In 2008 Buffalo’s defense improved in several categories including overall defense and points allowed, but where they faltered was turnovers and for a second straight year with their pass rush. Defensive coordinator Perry Fewell believes that can be changed with an influx of difference makers.
“We did not have a lot of sacks and we had some pressures and we had a lot of balls on the turf that we did not capture,” said Fewell. “We did not take advantage of that opportunity to get the ball. That’s definitely going to be an emphasis for us. I’ve said often times to my staff in the offseason that we need to add more playmakers to our defense.”
Sacks and turnovers often go hand in hand, which is why many consider a boost to Buffalo’s pass rush as priority number one for the Bills with the draft on the horizon. While the team has talent at the end position, Fewell believes what needs to be added is a unique prospect.
“I think it’s a different kind of talent that we need to add,” said Fewell. “We have some talented guys that do some different things in their own respect and in their own way. But we’re looking for maybe one that can put some more pressure on the quarterback in a third down situation.”
Fewell isn’t even necessarily looking for an every down starter in the draft, just someone that can have an impact on their pass rush at least once a series.
“He might not have to be a full time starter, but if he can give us (help) in long yardage situations or passing down situations to increase our pass rush, that will work for us,” he said. “And then we can work him into being an every down player because football right now is so situational. It’s a situational game that sometimes you can pick a situational player.”
But to get a top flight pass rushing talent to have an impact even in just your subpackages, a team will still need to make that selection early in the draft.
Fewell wouldn’t address specific players, but isn’t opposed to taking a hybrid or situational player early if he’s deemed the right fit.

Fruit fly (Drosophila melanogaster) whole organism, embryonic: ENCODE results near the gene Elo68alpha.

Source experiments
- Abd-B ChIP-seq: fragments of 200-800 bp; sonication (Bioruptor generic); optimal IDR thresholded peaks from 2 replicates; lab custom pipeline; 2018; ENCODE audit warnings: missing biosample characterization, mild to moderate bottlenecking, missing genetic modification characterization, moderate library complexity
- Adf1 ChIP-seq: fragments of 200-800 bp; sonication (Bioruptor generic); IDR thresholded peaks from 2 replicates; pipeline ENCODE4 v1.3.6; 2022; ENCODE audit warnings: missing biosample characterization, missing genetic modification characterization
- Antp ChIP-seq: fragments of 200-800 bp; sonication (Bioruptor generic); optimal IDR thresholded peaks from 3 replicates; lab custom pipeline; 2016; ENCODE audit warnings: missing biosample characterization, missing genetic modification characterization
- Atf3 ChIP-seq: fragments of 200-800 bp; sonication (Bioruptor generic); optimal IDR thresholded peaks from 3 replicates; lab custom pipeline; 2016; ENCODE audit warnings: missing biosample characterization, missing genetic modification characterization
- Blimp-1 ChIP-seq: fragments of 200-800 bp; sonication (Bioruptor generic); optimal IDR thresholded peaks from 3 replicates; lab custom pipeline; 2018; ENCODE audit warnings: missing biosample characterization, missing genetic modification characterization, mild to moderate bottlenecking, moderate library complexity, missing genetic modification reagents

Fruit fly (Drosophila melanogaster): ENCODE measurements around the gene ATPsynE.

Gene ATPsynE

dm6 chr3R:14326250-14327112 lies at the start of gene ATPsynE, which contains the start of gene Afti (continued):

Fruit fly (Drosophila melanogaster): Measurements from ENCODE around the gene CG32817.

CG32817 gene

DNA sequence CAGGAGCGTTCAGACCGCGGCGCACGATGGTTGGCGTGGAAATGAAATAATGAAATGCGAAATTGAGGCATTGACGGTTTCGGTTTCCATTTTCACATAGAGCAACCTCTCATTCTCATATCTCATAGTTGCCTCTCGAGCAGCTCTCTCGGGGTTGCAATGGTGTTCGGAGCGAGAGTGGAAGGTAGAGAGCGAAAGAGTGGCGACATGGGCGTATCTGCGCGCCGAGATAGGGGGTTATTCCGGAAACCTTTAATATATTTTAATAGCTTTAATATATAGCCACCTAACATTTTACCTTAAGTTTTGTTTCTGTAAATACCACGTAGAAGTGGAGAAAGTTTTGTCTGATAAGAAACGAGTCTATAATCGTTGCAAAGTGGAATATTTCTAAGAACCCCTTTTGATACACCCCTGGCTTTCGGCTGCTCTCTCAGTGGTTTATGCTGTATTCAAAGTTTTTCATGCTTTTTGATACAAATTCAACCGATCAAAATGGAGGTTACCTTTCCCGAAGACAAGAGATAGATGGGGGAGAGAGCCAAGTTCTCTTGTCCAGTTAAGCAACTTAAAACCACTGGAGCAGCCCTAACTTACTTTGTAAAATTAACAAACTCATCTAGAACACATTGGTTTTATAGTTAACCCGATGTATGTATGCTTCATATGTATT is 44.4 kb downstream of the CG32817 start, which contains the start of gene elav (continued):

“A lot of times we put pressure on ourselves and the scouting department puts pressure on themselves and they say if you pick a guy high he needs to be first, second and third down (player) and I don’t disagree with that,” said Fewell. “But sometimes you have to pick a guy that really helps your team and really gives your team some uniqueness.”
One possible example is Penn State’s Aaron Maybin. Currently 250 pounds Maybin indicated he could drop weight or add more on depending on whether the NFL team that selects him wants him to be an end or a linebacker. Even if a team like Buffalo made him a strong side linebacker instead of a full time end, he’d still be able to line up as a pass rusher on third down.
Of course Fewell would be more than happy to add a pass rusher that is capable of being an every down player, but even if a young prospect only has an impact on third down Buffalo’s defensive boss believes it will make a big difference.
“The best way I can describe it is I’m looking for a guy that has a redeeming quality and when he brings that redeeming quality to our football team then it’s up to me to put him in position or put him in different positions for us to use that redeeming quality,” said Fewell. “So that’s why I say he can possibly be a situational player and not an every down player because if we can add a kid with a redeeming quality that will help us a lot.”
Naturally if there is more consistent pressure it translates to more sacks and more hurried or errant throws. That can lead to more fumbles and interceptions for Buffalo’s defense.
Fewell isn’t dismissing some of the pass rush talent already on the roster, including second-year end
“When the ball is in the air or on the turf can we get a person that creates turnovers for us to put us in a better position,” asked Fewell hypothetically. “When we look at different players not only in this draft, but on our football team, can we add a person that will help us make more plays? Hopefully we can increase our production in sacks as well as turnovers.”